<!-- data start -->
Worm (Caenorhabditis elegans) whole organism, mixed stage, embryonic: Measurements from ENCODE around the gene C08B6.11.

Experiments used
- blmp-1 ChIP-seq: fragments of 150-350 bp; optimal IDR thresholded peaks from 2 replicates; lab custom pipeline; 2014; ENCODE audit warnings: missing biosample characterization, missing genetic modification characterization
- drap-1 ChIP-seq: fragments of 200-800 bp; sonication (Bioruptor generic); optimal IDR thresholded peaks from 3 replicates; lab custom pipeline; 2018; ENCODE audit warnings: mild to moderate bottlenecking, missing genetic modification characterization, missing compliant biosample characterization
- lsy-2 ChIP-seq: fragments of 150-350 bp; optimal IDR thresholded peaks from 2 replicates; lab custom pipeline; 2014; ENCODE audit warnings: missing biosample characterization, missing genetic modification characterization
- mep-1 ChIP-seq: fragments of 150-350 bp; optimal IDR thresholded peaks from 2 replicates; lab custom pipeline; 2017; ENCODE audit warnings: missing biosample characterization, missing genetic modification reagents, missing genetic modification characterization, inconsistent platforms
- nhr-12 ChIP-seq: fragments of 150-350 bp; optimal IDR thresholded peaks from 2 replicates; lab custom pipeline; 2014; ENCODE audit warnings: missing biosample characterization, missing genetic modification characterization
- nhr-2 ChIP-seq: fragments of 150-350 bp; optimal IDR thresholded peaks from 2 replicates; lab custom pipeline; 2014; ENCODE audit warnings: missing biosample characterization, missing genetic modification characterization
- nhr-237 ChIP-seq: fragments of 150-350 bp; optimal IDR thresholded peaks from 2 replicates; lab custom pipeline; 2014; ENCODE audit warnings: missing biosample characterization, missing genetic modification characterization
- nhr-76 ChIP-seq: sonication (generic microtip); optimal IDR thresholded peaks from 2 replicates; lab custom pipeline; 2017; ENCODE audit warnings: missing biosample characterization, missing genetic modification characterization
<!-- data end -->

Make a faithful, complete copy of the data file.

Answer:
Worm (Caenorhabditis elegans) whole organism, mixed stage, embryonic: Measurements from ENCODE around the gene C08B6.11.

Experiments used
- blmp-1 ChIP-seq: fragments of 150-350 bp; optimal IDR thresholded peaks from 2 replicates; lab custom pipeline; 2014; ENCODE audit warnings: missing biosample characterization, missing genetic modification characterization
- drap-1 ChIP-seq: fragments of 200-800 bp; sonication (Bioruptor generic); optimal IDR thresholded peaks from 3 replicates; lab custom pipeline; 2018; ENCODE audit warnings: mild to moderate bottlenecking, missing genetic modification characterization, missing compliant biosample characterization
- lsy-2 ChIP-seq: fragments of 150-350 bp; optimal IDR thresholded peaks from 2 replicates; lab custom pipeline; 2014; ENCODE audit warnings: missing biosample characterization, missing genetic modification characterization
- mep-1 ChIP-seq: fragments of 150-350 bp; optimal IDR thresholded peaks from 2 replicates; lab custom pipeline; 2017; ENCODE audit warnings: missing biosample characterization, missing genetic modification reagents, missing genetic modification characterization, inconsistent platforms
- nhr-12 ChIP-seq: fragments of 150-350 bp; optimal IDR thresholded peaks from 2 replicates; lab custom pipeline; 2014; ENCODE audit warnings: missing biosample characterization, missing genetic modification characterization
- nhr-2 ChIP-seq: fragments of 150-350 bp; optimal IDR thresholded peaks from 2 replicates; lab custom pipeline; 2014; ENCODE audit warnings: missing biosample characterization, missing genetic modification characterization
- nhr-237 ChIP-seq: fragments of 150-350 bp; optimal IDR thresholded peaks from 2 replicates; lab custom pipeline; 2014; ENCODE audit warnings: missing biosample characterization, missing genetic modification characterization
- nhr-76 ChIP-seq: sonication (generic microtip); optimal IDR thresholded peaks from 2 replicates; lab custom pipeline; 2017; ENCODE audit warnings: missing biosample characterization, missing genetic modification characterization